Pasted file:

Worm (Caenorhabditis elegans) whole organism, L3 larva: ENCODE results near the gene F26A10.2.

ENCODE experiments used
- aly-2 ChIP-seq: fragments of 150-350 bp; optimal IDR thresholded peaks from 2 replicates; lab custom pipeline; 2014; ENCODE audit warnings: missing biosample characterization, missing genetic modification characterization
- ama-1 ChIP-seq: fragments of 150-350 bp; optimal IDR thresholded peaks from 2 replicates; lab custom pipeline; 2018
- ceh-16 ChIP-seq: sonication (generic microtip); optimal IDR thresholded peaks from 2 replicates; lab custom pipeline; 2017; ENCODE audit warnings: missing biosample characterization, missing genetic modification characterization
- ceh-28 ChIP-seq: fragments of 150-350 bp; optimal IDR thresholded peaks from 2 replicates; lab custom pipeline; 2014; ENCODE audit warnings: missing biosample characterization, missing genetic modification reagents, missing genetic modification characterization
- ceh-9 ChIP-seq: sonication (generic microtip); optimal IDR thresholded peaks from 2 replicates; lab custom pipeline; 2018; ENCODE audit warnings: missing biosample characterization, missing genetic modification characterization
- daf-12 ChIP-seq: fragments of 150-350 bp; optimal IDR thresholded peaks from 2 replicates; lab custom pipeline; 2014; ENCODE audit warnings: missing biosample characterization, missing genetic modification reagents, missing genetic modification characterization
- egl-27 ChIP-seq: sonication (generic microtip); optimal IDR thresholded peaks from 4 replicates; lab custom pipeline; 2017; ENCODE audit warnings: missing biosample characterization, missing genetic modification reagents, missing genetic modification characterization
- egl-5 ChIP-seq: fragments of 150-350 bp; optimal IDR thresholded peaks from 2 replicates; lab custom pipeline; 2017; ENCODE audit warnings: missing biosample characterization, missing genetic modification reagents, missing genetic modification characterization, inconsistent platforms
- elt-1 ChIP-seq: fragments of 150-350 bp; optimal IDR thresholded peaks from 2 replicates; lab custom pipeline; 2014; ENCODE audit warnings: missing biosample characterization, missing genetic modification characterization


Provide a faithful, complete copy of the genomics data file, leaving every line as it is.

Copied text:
Worm (Caenorhabditis elegans) whole organism, L3 larva: ENCODE results near the gene F26A10.2.

ENCODE experiments used
- aly-2 ChIP-seq: fragments of 150-350 bp; optimal IDR thresholded peaks from 2 replicates; lab custom pipeline; 2014; ENCODE audit warnings: missing biosample characterization, missing genetic modification characterization
- ama-1 ChIP-seq: fragments of 150-350 bp; optimal IDR thresholded peaks from 2 replicates; lab custom pipeline; 2018
- ceh-16 ChIP-seq: sonication (generic microtip); optimal IDR thresholded peaks from 2 replicates; lab custom pipeline; 2017; ENCODE audit warnings: missing biosample characterization, missing genetic modification characterization
- ceh-28 ChIP-seq: fragments of 150-350 bp; optimal IDR thresholded peaks from 2 replicates; lab custom pipeline; 2014; ENCODE audit warnings: missing biosample characterization, missing genetic modification reagents, missing genetic modification characterization
- ceh-9 ChIP-seq: sonication (generic microtip); optimal IDR thresholded peaks from 2 replicates; lab custom pipeline; 2018; ENCODE audit warnings: missing biosample characterization, missing genetic modification characterization
- daf-12 ChIP-seq: fragments of 150-350 bp; optimal IDR thresholded peaks from 2 replicates; lab custom pipeline; 2014; ENCODE audit warnings: missing biosample characterization, missing genetic modification reagents, missing genetic modification characterization
- egl-27 ChIP-seq: sonication (generic microtip); optimal IDR thresholded peaks from 4 replicates; lab custom pipeline; 2017; ENCODE audit warnings: missing biosample characterization, missing genetic modification reagents, missing genetic modification characterization
- egl-5 ChIP-seq: fragments of 150-350 bp; optimal IDR thresholded peaks from 2 replicates; lab custom pipeline; 2017; ENCODE audit warnings: missing biosample characterization, missing genetic modification reagents, missing genetic modification characterization, inconsistent platforms
- elt-1 ChIP-seq: fragments of 150-350 bp; optimal IDR thresholded peaks from 2 replicates; lab custom pipeline; 2014; ENCODE audit warnings: missing biosample characterization, missing genetic modification characterization